Attention to detail extends
to the interior of the aircraft, where rich green embossed leather
seats are the norm. The helicopter can be configured to hold from 7 to
15 passengers in executive comfort. One of the first features that
passengers will notice is how quiet the helicopter is – noise-canceling
headphones are provided, but not required. The internal sound level is
impressive – the same as the Challenger 604.

London Air Service
has learned what customers want and feels that the AW139 is the machine
to do the job. The size of the AW139 provides a smooth and quiet ride
that allows clients to continue commerce while airborne. This selling
feature is exclusive to London Air Service’s machine and will not be
found in any other helicopter operating in Canada.

The Agusta
AW139 was selected because it was viewed as the bestsuited helicopter
for the desired role, and it has yet to disappoint. “We’re a
technology-driven company, willing to pay more for the best machine
available,” said Powell. After nearly 200 flight hours, the machine
continues to perform beyond expectations.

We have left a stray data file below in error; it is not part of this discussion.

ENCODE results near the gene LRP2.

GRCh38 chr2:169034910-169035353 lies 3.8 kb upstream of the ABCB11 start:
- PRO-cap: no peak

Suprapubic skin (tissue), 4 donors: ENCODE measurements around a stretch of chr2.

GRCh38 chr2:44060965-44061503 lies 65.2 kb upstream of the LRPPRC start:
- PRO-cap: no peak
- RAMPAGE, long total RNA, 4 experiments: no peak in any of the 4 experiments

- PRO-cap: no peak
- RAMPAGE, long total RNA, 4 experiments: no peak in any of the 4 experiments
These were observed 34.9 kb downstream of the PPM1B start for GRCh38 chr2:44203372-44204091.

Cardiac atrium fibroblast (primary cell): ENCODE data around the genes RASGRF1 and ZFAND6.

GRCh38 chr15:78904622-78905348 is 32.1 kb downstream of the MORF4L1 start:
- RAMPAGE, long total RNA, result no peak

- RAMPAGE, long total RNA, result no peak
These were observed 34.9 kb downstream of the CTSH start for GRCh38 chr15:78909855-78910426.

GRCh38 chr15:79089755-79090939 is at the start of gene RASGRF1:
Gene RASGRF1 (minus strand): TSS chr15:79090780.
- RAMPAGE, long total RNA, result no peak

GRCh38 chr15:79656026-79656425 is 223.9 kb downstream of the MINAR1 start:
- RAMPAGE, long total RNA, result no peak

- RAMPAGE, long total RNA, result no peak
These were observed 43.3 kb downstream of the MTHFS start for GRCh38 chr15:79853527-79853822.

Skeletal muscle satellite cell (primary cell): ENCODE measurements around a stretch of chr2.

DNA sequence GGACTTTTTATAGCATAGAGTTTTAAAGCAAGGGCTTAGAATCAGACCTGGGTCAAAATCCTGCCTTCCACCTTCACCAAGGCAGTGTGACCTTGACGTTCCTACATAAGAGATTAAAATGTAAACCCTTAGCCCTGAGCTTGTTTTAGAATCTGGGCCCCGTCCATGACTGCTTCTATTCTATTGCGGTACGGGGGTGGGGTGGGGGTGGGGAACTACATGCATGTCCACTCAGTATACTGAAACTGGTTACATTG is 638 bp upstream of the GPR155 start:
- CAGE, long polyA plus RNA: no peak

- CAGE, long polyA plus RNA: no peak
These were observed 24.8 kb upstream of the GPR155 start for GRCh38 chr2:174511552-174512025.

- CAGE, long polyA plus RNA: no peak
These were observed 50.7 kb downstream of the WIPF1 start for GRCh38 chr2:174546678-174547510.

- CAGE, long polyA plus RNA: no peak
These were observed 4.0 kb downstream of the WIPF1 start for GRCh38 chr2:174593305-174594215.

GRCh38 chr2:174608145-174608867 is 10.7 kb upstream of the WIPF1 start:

The ultra-modern AW139
features an all-glass cockpit. It is the first helicopter to be
equipped with a Honeywell Primus EPIC four-tube EFIS cockpit. The
helicopter is powered by the highly proven Pratt and Whitney PT-6 – 67C
engine. Each engine turns out 1,682 shaft horsepower. All weather,
night, and IFR capabilities enable the AW139 to operate in any
conditions it may encounter in British Columbia.

The helicopter
was largely acquired to ferry customers to and from the exclusive
Sonora Resort, which is a 45-minute flight from Vancouver. The resort
now offers an IFR approach allowing allweather flights into the remote
destination.

The helicopter offers an unsurpassed cruising speed
that allows clients a speedy and safe journey. Both are assets that
London Air Service holds in high regard. The large cabin of the AW139
is roomy for passengers, regardless of the helicopter’s operating
configuration. Another major selling point is the cargo payload and
luggage space. The cavernous luggage hold enables clients to transport
golf clubs, skis, snowboards or other bulk items without limitation or
hesitation. Without a doubt, the AW139 will be frequently visiting
Whistler and other popular tourist destinations.

The large
twin-engine helicopter is not cheap to charter. In fact, it is more
expensive to charter the AW139 than the Challenger 604. However, the
charter price is competitive when compared to similar operations in the
US. The premium service is not only unique to the West Coast, but to
all of Canada.

London Air Service’s involvement with Agusta has
grown to include crew training for future North American pilots and a
Canadian sales representative. Much of the company’s continued success
can be attributed to its employees and their continued commitment.
“People run the company and it is people who set the standard,” said
Powell.